U.S. businesses could be required to file financial reports formatted in XBRL, top Securities and Exchange Commission officials said Nov. 13.
John White, head of the SECs division of corporate finance, and Conrad Hewitt, the SECs chief accountant, told the Financial Executives International Conference in New York that the SEC is in the process of shaping an XBRL (Extensible Business Reporting Language) proposal to make it mandatory in required filings.
Hewitt predicted XBRL regulations are "coming down the pipe very fast."
The SEC currently has a voluntary program for tagging financial documents with XBRL. Microsoft, General Electric and United Technologies are already participating in the program.
A member of the XML family, XBRL is a machine-readable language for business and financial data. Instead of treating financial information as a block of text—as in a standard Internet page or a printed document—it provides an identifying tag for each individual item of data.
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The open-source, royalty-free language is being developed by an international non-profit consortium of approximately 450 major companies, organizations and government agencies.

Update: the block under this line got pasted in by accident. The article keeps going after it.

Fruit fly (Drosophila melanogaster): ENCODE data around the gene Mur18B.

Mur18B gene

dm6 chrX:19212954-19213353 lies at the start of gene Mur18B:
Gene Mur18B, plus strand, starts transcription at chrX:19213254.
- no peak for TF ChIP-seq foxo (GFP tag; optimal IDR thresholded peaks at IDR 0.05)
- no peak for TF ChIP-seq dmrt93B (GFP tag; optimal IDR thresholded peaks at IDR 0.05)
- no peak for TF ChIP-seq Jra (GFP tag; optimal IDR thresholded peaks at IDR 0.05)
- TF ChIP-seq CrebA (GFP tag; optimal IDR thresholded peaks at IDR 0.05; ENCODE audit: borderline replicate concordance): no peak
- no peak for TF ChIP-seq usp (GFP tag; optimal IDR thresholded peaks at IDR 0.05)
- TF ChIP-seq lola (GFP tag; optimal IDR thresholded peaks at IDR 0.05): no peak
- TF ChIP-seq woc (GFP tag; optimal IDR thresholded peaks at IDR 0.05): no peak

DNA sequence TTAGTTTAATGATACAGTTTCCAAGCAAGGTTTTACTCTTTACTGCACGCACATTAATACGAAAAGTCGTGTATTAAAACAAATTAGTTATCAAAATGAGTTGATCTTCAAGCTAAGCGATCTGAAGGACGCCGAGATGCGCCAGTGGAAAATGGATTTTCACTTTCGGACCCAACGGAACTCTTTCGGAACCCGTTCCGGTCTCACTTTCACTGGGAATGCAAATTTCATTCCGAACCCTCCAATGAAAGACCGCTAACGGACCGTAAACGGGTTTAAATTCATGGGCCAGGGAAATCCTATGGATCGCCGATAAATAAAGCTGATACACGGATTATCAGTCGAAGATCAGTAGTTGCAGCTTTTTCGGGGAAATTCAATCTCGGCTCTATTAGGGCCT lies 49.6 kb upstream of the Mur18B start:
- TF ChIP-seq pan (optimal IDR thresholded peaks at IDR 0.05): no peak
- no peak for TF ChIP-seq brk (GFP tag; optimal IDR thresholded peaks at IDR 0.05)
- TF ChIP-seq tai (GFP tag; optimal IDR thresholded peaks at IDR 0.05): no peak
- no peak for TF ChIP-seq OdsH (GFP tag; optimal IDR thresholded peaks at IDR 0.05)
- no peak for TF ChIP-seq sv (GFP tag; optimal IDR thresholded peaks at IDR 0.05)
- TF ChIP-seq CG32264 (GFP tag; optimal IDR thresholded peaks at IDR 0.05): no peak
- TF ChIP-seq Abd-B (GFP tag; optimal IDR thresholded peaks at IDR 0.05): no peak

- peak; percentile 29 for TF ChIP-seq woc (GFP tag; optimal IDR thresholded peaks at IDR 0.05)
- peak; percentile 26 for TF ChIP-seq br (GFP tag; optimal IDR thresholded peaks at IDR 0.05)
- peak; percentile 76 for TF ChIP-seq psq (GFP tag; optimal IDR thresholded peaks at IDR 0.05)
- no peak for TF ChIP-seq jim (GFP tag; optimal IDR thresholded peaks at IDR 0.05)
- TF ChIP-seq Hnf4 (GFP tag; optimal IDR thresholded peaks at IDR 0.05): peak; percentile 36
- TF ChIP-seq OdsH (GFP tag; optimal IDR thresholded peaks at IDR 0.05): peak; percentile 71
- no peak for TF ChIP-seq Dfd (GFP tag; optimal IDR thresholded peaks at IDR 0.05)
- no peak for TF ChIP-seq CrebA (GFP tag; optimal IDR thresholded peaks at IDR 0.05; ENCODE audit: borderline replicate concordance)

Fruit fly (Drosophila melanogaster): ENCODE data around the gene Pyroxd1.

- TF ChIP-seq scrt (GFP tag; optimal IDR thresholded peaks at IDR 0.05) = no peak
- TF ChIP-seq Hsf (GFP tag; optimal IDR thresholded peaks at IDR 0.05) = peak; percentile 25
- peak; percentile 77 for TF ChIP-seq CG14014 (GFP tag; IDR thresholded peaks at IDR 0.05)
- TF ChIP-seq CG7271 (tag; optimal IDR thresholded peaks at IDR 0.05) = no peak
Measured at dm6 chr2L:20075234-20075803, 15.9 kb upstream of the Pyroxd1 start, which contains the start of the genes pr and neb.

Since leaving Congress in 2005 to head the agency, SEC Chairman Christopher Cox has pushed both the SEC and companies to adopt XBRL. Last week, Cox traveled to Japan to participate in a conference of global securities regulators. Much of the discussion was on timetables for implementation of interactive data initiatives for financial reporting.
Of the countries attending the conference, China is moving fastest on XBRL, already requiring interactive data filing for the full financial statements of all listed companies in quarterly, half-year and annual reports. Japan has mandated XBRL for all public companies by the end of the second quarter of next year.
Korea has instituted a voluntary XBRL program that began last month. Almost 30 companies are already filing their full financial information using XBRL.
"The global movement to interactive data for financial reporting is truly underway," Cox said in a statement. "Without question, 2008 will be a watershed year for interactive data."
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